As I prepare for a trip to Vienna for next week’s International Bar Association Annual Meeting, there is some topical restitution news, but it is hardly good. The imminent incarceration of Stephan Templ, a journalist and historian, for the omission of another relative from his mother’s application for Holocaust compensation, is as bizarre as it is disheartening. One hopes that a pardon, his last available recourse, will soon be forthcoming.
Topics: Maria Altmann, Reibpartie, Robert Amsterdam, Portrait of Adele Bloch-Bauer, Der Standard, Stephan Templ, Nazi Looting, Scrubbing Parties, Ringstrasse, Ambassador Manz, Museum of Modern Art, Holocaust, Beethoven Frieze, Lothar Furth, Unser Wien: “Arisierung” auf österreichisch, Heinz Fischer, Restitution, Elisabeth Kretschmer, National Fund of the Republic of Austria for Victi, Egon Schiele, World War II, Eva Blimlinger, Portrait of Wally, Austria, The Missing Image, Natural History Museum, Ruth Beckermann, Gustav Klimt, Albertinaplatz, Our Vienna: “Aryanization” Austrian Style, Kurt Hankiewicz, Vienna, Anschluss, Baldur von Schirach, Limbach Commission, International Bar Association, Tina Walzer
I’ve been talking quite a bit to friends, colleagues and clients about the impact of last week’s decision in the Cassirer v. Thyssen Bornemisza case. The New York Times had a follow up article yesterday which was an interesting treatment of the various themes at work in the case and in restitution cases in the United States generally these days. In fact, I think the effect is mostly limited, except to the extent that the decision assumes and treats as uncontroversial important principles about sales under duress and is a case that resolved title under the Foreign Sovereign Immunities Act (FSIA). As we predicted, the Times article makes clear that the museum has absolutely no intention of giving the painting back, but did float the idea of some recognition of the historical circumstances, which is progress (certainly compared to other instances in which obvious circumstances of duress are denied).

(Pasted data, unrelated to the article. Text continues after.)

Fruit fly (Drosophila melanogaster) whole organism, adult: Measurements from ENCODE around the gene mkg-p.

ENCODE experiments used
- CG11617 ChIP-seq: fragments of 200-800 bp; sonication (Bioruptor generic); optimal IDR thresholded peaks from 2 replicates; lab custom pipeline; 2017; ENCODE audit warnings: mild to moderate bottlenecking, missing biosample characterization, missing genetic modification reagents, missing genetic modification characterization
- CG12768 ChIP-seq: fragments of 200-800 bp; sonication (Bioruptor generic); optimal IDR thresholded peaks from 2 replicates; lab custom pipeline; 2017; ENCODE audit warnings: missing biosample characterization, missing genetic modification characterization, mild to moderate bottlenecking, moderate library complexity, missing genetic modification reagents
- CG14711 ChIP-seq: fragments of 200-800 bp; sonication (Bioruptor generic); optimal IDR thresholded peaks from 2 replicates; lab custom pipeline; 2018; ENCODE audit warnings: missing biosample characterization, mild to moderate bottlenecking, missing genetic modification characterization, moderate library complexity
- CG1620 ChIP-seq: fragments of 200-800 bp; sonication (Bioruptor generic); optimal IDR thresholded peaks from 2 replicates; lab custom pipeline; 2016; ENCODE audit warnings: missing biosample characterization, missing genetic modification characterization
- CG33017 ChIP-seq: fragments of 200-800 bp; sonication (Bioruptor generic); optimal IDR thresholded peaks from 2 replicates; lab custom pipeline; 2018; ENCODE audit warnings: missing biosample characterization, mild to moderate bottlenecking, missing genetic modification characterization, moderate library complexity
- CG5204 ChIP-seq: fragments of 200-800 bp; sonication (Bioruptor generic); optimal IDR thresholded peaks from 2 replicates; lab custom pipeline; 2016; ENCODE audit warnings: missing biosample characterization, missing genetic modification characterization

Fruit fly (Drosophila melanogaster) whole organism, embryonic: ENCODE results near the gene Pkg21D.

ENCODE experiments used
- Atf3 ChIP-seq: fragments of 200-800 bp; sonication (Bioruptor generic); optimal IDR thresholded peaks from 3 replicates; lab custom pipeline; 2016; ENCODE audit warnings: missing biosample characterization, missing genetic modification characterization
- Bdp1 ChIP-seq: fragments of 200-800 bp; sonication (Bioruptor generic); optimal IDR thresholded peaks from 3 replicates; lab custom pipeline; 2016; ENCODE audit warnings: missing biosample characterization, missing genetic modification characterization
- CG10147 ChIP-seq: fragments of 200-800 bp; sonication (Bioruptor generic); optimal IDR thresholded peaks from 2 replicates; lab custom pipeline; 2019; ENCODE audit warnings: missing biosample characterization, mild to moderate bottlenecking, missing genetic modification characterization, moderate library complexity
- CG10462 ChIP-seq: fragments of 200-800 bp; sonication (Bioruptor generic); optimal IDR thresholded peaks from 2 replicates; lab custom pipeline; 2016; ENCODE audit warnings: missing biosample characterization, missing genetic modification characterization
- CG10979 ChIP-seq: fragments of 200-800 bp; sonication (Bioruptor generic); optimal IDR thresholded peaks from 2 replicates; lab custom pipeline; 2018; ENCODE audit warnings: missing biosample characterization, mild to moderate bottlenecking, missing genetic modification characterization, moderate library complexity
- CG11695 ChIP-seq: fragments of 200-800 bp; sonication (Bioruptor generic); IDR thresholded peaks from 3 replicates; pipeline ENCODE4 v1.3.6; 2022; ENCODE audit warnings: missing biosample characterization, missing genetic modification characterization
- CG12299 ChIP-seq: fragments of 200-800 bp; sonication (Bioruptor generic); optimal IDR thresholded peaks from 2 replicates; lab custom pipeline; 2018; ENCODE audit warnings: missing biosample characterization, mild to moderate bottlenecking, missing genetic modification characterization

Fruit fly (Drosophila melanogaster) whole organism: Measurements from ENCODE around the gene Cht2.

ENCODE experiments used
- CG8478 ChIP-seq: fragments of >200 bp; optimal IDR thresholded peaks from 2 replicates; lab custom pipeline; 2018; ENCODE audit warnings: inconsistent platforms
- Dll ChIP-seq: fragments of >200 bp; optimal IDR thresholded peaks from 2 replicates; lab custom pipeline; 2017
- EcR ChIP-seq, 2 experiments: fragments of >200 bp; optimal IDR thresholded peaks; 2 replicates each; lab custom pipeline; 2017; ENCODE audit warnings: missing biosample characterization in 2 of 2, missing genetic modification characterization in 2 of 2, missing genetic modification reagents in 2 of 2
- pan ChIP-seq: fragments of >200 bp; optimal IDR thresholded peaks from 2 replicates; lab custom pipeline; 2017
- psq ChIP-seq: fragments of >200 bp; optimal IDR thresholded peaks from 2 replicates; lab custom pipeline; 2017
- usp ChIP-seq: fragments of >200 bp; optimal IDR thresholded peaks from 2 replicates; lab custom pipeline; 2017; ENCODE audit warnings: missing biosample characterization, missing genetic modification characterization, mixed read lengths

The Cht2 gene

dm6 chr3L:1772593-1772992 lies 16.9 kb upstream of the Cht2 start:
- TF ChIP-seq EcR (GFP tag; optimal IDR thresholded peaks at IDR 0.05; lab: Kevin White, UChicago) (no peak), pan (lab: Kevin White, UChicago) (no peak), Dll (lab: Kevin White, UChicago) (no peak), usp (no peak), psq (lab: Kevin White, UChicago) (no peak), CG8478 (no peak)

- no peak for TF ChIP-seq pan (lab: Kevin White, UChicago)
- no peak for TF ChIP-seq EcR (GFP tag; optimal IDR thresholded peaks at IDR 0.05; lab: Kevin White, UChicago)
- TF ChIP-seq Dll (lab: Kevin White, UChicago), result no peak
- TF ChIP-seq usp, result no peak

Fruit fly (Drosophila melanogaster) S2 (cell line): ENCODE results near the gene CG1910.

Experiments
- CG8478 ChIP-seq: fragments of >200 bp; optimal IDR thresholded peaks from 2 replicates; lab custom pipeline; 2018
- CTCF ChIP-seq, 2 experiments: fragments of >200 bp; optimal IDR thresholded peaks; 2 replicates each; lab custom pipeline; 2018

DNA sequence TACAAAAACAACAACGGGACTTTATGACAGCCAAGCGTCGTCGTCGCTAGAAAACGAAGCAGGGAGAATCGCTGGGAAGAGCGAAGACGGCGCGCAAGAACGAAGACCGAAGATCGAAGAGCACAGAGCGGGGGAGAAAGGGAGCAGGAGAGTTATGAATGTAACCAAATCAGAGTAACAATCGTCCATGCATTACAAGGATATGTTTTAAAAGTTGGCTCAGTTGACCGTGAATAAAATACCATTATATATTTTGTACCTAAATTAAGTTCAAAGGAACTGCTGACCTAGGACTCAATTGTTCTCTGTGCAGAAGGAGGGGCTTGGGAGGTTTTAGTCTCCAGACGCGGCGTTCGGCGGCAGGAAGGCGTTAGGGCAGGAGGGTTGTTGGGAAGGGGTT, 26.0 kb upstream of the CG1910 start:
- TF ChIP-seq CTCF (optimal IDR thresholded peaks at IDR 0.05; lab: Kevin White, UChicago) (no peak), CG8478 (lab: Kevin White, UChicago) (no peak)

Topics: Lilly Cassirer Neubauer, Terezin Declaration, Thyssen-Bornemisza Collection, Rue St. Honoré après-midi êffet de pluie, Jacques Goudstikker, California Code of Civil Procedure § 354.3, Nazi-looted art, Foreign Sovereign Immunities Act, Washington Conference Principles, Bakalar v. Vavra, Fritz Grünbaum, FSIA, adverse possession, expropriation exception”, Restitution, Marei Von Saher, sovereign immunity, Egon Schiele, Jakob Schweidwimmer, World War II, Foreign Sovereign Immunities, Restatement (Second) of Conflict of Laws § 222, Altmann v. Republic of Austria, Camille Pissarro, foreign affairs doctrine, Ninth Circuit Court of Appeals, Museums, Baron Hans-Heinrich Thyssen- Bornemisza, 28 U.S.C. § 1605